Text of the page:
Autumnal Milky Way over 'Schoorlse Duinen', Netherlands. The orange on the cloud is reflected light pullution emanating from Alkmaar.
The night started perfectly clear, with great seeing. During the small hours though, high level clouds started to make an appearance. For this image, I thought a band of clouds would add to the composition, so I waited for a slither of clouds to come down from the top of the image, and cross the Milky Way to form a nice orange versus blue colour contrast. 'Night is the New Day' was captured in 'de Schoorlse Duinen', the Netherlands.
~ Six minutes past 1 AM. It's getting colder by the minute now. Batteries start to drain and high level clouds make an appearance. I have a couple of good images that I can work with on the card already, although I'm not done yet. There's a technique I would like to try and have nothing to lose. I get asked questions a lot about photographing the Milky Way; why it isn't looking orange in the center for example. The autumnal Milky Way looks very different to the vernal Milky Way. That has everything to do with your position on Earth, Earth's position in the solar system and the solar system's position in the galaxy, the Milky Way.
'Transcendent' was captured in 'de Schoorlse Duinen', the Netherlands.
Expanse of the Night
~ Autumnal Milky Way near Den Helder, the Netherlands. The glow from the left is light pollution emanating from Julianadorp, a twon nearby.
From Here to Andromeda
The Andromeda galaxy, shining through a magenta aurora. Texel, the Netherlands.
Just Add Earth
~ The International Space Station (ISS) passing over the dunes in Den Helder, the Netherlands.
Autumnal Milky Way over 'Schoorlse Duinen', Netherlands. The glow from the left is Alkmaar's light pollution.
Start of a Journey
~ When they're not flaring off gas, Lasuwersmeer is one of the darkest places in the Netherlands.
This self-portrait was composed with a diagonal fisheye lens. The astro review of this lens is on its way!
The International Dark Sky Association is currently looking over the application. If it does get approved, Lauwersmeer will be the second Dark Sky Park in the Netherlands and the first one on the mainland.
That Magical Night
~ Ürbachtal, near Inertkirchen, Swiss Alps. It was futile; expecting and planning to photograph the Milky Way in this valley. The Milky Way season wouldn't begin for another month and due to the lack of darkness in summer, it wouldn't be visible for two. But going camping in the mountains; you have got to plan this around new moon.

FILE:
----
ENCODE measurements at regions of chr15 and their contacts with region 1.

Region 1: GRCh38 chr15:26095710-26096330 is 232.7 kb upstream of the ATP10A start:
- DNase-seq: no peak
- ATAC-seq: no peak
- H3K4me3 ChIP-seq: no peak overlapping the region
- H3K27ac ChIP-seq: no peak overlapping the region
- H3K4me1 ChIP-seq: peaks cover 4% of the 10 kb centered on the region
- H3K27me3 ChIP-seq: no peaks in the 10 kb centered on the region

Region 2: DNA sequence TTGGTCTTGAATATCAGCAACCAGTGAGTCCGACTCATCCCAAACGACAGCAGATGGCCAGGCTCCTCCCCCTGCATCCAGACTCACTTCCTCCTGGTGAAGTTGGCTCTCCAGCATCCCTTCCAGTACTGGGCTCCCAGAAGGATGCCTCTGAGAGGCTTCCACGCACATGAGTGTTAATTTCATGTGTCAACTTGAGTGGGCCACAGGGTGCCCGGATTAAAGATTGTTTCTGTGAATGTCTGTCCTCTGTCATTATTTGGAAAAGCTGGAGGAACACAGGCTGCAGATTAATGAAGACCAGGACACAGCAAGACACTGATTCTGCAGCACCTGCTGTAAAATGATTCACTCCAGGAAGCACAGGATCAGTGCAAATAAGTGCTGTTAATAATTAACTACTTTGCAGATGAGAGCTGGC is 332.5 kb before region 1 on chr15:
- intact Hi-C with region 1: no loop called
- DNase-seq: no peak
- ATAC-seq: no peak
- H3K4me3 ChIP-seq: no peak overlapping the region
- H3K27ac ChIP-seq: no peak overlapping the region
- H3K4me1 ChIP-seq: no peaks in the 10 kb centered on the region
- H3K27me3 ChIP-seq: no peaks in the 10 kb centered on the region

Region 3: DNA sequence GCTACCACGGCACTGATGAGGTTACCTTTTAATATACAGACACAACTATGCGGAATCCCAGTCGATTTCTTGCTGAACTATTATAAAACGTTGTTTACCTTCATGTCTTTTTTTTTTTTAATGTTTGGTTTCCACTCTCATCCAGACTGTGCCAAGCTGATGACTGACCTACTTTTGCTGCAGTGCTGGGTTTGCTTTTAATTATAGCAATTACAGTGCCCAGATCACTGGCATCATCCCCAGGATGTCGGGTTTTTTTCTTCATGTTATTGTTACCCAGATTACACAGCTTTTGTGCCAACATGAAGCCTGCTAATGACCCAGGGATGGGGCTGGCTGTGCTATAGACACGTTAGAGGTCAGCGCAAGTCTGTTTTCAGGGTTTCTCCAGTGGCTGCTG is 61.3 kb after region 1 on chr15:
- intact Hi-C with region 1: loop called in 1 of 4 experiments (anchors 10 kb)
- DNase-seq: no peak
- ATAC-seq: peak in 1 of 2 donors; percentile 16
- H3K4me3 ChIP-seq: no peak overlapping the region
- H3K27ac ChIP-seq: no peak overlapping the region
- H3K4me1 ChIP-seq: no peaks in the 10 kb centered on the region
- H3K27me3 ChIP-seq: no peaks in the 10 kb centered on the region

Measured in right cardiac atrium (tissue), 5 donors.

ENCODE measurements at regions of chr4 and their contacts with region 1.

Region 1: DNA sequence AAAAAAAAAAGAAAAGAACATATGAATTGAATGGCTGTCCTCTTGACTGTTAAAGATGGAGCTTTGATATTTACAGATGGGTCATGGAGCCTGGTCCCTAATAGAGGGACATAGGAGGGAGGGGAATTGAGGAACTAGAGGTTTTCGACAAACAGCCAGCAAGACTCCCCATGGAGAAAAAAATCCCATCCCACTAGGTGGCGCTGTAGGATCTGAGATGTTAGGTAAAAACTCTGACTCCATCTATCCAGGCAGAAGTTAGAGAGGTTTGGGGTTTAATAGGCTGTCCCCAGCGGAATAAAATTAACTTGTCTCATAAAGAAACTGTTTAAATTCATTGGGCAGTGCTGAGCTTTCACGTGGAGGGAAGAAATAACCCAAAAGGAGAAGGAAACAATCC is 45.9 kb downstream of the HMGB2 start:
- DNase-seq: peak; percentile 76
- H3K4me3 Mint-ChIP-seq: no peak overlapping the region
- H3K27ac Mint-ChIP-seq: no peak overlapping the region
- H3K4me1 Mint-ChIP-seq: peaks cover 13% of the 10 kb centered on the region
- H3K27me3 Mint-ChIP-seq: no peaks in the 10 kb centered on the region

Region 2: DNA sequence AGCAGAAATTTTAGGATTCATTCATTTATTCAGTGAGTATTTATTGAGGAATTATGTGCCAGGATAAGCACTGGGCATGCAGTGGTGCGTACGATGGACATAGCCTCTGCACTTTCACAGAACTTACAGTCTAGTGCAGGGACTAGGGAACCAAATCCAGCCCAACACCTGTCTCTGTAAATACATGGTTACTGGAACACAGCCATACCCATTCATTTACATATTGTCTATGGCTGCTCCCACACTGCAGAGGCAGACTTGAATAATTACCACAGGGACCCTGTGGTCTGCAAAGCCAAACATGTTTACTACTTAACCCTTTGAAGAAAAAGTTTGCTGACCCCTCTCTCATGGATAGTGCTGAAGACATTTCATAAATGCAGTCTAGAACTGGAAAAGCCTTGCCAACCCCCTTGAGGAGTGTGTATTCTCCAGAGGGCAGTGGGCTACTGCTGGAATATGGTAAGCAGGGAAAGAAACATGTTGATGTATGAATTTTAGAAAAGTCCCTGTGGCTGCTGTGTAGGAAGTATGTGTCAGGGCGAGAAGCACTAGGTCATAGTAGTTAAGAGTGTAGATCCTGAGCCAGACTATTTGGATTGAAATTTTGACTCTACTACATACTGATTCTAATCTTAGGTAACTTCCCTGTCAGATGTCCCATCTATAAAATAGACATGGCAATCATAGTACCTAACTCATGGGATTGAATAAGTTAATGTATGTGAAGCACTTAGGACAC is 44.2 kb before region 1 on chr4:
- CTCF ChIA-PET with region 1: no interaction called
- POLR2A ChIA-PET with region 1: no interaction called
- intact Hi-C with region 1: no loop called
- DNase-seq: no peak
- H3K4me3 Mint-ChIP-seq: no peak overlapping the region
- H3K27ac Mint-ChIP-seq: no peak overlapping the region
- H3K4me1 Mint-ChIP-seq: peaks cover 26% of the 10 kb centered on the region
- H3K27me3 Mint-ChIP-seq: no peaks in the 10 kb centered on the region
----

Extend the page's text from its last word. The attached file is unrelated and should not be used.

Milky Way season or not. A spectacular, dry and clear evening followed by that magical night: Imagine a group of friends in the wild, camping under the stars. Fond memories of this one! This is also the night in which we were rudely awakened by avalanches along the mountains you see here in the background.
The Anthropocentric Orrery
~ Captured under the stars of Den Helder, the Netherlands.
The Dark Rift
~ Lone pine tree under the Milky Way in September. Den Helder, the Netherlands.
'VegaRise' was captured on the banks of the IJsselmeer, near Robbenoordbos, the Netherlands.
Where the Lost Souls Hide
Autumnal Milky Way over 'Schoorlse Duinen', Netherlands. The glow from the left is Alkmaar's light pollution. The light on the hill in the background was created by placing a dim headlamp behind the dune on the left. Combined with the light pollution, it created an ethereal presence. That made me come up with a title for the image. I really think that working titles for photography help to waymark the shoot and post-processing.
Under the Weeping Moon
"Under the weeping moon" - Total lunar eclipse sequence over the 'Schoorlse Duinen', the Netherlands.
The tallest moutain in Iceland is the icecapped Hvannadalshnúkur. At 2110 m high, this summit is part of Öræfajökull volcano and can be seen from the famed Diamond Beach near the Glacier Lagoon Jökulsárlón. This stunning, zigzagging aurora flame occured during an intense geomagnetic storm.
~ Northern Lights over "Diamond Beach", Jökulsárlón, Iceland. Staying after sunset near the icebergs of that famous glacier lake in Iceland paid off. Personally, I love the reflections of green in the ice and foreground, which, together with the structure in the aurora, makes this image one of my personal favourites to date.